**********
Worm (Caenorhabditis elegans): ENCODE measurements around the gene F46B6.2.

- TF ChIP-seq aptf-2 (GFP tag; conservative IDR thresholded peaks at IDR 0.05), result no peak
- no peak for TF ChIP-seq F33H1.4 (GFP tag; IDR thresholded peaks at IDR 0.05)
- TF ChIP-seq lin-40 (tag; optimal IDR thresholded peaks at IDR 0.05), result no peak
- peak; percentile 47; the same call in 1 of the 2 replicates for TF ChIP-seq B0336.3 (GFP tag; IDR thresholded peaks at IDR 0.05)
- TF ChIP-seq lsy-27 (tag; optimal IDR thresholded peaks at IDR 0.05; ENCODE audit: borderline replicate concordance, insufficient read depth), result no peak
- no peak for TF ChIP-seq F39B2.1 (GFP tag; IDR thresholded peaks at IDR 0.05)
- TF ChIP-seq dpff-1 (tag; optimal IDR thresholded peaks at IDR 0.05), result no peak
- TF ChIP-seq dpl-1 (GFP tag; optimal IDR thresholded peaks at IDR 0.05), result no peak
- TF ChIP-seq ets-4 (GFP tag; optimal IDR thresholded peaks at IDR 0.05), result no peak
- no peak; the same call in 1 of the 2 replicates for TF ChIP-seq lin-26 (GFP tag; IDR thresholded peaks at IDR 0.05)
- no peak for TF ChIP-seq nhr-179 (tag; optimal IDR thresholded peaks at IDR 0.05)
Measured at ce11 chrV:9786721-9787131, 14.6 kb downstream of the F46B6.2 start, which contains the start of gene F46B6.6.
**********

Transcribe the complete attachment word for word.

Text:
Worm (Caenorhabditis elegans): ENCODE measurements around the gene F46B6.2.

- TF ChIP-seq aptf-2 (GFP tag; conservative IDR thresholded peaks at IDR 0.05), result no peak
- no peak for TF ChIP-seq F33H1.4 (GFP tag; IDR thresholded peaks at IDR 0.05)
- TF ChIP-seq lin-40 (tag; optimal IDR thresholded peaks at IDR 0.05), result no peak
- peak; percentile 47; the same call in 1 of the 2 replicates for TF ChIP-seq B0336.3 (GFP tag; IDR thresholded peaks at IDR 0.05)
- TF ChIP-seq lsy-27 (tag; optimal IDR thresholded peaks at IDR 0.05; ENCODE audit: borderline replicate concordance, insufficient read depth), result no peak
- no peak for TF ChIP-seq F39B2.1 (GFP tag; IDR thresholded peaks at IDR 0.05)
- TF ChIP-seq dpff-1 (tag; optimal IDR thresholded peaks at IDR 0.05), result no peak
- TF ChIP-seq dpl-1 (GFP tag; optimal IDR thresholded peaks at IDR 0.05), result no peak
- TF ChIP-seq ets-4 (GFP tag; optimal IDR thresholded peaks at IDR 0.05), result no peak
- no peak; the same call in 1 of the 2 replicates for TF ChIP-seq lin-26 (GFP tag; IDR thresholded peaks at IDR 0.05)
- no peak for TF ChIP-seq nhr-179 (tag; optimal IDR thresholded peaks at IDR 0.05)
Measured at ce11 chrV:9786721-9787131, 14.6 kb downstream of the F46B6.2 start, which contains the start of gene F46B6.6.